construction with a conscience illustration
Illustration: Dan Page
First, do no harm—or at least do as little harm as possible. Rob Moody may not be a physician, but his approach to home construction echoes the doctor's creed. That's why Moody, owner of the EcoBuilders in Asheville, North Carolina, starts every job by setting up nylon silt barriers reinforced with hay bales to prevent upturned soil from running into local sewers. Then he and his eight-man crew fence off trees in the yard at the drip line to protect delicate roots, throw down a gravel walkway so they don't track contaminated dirt into the house, and set out as many 12-foot trailers as it takes to accommodate recyclable building materials.

But the company, known for its dedication to maintaining green-as-can-be job sites, goes even further, using FSC-certified lumber whenever possible, buying paints and sealants with low levels of volatile organic compounds (VOCs), and—here's how you know they're serious—setting up a composting porta-potty. "We have an employee handbook that details everything," says Moody. Eco­Builders even uses vegetable-oil or biodiesel-powered trucks and equipment (and gives preferential treatment to any subcontractors who do the same). "All of my guys are dedicated to the cause," Moody says.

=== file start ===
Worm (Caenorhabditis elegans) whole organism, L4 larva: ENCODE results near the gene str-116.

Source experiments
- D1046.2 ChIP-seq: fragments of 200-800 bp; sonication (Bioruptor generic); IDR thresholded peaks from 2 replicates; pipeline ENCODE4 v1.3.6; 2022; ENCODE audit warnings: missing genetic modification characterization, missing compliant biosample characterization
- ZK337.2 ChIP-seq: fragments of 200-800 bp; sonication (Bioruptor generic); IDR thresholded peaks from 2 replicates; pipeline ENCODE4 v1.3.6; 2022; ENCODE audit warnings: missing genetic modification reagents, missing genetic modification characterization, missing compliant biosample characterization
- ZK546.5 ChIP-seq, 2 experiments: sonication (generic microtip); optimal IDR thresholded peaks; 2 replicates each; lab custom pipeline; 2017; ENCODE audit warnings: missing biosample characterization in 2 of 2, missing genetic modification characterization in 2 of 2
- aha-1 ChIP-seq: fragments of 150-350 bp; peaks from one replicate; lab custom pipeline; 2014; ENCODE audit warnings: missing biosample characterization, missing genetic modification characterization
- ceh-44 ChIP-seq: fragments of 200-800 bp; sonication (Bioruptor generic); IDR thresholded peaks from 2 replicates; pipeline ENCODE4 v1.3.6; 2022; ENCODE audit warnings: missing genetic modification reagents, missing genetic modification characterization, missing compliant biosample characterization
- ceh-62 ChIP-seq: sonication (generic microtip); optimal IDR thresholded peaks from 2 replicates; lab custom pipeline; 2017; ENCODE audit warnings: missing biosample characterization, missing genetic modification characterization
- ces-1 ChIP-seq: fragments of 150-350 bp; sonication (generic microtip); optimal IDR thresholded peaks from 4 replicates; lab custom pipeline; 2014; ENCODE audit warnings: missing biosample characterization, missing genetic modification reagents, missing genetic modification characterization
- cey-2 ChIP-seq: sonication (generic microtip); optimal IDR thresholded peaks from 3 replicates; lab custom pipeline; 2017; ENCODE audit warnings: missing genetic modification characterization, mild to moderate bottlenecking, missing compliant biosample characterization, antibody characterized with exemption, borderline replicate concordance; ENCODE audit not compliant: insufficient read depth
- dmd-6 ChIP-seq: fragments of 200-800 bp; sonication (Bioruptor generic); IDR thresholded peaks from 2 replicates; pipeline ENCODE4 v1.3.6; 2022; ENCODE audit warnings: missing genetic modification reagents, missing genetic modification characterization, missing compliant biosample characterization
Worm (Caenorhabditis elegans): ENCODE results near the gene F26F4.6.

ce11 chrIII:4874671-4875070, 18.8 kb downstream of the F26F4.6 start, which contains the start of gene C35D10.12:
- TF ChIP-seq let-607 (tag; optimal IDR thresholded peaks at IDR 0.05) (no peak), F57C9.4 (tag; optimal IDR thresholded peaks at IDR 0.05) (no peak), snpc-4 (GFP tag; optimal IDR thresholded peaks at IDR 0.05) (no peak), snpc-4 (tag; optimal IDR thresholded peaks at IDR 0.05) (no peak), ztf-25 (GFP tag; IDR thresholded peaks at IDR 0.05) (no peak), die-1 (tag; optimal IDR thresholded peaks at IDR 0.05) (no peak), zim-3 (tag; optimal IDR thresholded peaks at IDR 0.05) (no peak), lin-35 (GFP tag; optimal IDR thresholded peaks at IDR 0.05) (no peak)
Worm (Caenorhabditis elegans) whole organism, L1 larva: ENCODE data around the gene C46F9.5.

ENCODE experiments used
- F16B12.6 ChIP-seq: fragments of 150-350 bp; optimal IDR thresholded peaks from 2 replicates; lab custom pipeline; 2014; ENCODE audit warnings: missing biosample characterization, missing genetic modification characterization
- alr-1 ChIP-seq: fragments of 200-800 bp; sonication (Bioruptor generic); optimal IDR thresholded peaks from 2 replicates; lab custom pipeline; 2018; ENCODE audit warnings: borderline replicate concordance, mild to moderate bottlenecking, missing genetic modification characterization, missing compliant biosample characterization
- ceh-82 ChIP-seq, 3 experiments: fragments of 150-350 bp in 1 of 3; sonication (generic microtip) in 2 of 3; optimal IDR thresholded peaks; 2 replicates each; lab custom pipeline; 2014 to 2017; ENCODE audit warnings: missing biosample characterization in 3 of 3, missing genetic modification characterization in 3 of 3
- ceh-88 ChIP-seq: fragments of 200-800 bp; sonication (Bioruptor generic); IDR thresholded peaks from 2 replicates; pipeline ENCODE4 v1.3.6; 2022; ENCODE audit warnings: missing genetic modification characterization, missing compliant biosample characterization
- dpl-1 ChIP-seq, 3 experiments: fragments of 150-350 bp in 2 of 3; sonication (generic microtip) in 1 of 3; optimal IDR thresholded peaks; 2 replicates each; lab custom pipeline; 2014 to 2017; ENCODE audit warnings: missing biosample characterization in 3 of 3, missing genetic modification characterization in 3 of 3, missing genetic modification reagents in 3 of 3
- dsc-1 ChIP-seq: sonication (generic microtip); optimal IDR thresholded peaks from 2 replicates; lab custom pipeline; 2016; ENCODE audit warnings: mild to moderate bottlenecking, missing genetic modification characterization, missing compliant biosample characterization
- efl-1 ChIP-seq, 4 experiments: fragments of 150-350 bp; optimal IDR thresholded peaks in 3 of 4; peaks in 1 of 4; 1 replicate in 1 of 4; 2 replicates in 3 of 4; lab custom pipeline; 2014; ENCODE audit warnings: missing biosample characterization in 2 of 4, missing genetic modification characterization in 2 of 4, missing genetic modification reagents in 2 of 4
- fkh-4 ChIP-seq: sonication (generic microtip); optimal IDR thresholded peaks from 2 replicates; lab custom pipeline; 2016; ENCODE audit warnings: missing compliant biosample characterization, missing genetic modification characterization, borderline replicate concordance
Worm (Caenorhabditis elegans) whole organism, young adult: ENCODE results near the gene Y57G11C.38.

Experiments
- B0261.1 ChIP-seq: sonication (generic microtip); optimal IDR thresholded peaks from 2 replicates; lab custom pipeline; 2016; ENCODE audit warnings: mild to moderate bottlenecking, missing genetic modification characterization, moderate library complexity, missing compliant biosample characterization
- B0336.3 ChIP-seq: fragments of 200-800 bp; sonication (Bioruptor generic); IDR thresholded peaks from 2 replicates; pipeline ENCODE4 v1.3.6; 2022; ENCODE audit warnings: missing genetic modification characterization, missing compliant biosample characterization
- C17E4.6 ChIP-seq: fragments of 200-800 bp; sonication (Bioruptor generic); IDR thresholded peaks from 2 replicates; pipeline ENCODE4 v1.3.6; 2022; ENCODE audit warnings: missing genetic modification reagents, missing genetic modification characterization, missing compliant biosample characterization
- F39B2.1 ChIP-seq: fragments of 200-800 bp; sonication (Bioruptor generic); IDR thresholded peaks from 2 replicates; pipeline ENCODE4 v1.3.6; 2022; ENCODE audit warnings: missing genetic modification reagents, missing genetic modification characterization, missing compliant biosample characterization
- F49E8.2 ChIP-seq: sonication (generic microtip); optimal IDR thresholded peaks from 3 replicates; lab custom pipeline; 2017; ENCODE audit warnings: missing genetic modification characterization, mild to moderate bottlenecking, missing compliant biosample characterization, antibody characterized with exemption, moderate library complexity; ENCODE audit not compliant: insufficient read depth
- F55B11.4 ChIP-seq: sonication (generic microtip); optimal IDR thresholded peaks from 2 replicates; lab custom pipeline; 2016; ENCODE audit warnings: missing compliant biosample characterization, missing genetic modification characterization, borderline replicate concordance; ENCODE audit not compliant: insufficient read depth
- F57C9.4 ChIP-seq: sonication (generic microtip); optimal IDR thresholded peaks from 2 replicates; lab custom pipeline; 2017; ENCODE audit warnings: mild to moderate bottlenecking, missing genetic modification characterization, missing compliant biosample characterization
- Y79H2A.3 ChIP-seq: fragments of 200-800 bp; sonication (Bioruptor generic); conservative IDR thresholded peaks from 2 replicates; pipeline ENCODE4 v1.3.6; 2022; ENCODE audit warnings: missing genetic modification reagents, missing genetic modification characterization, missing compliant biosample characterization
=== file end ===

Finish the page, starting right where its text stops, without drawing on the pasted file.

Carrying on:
Commitment like that comes at a price. Because green products and pro­cesses tend to be more expensive, Moody charges 5 to 10 percent more than comparable non-green contractors. But that hasn't stopped him from quad­rupling his revenues in the past year. "You can build green on any budget," he says. "You just have to figure out how far you're willing to go."

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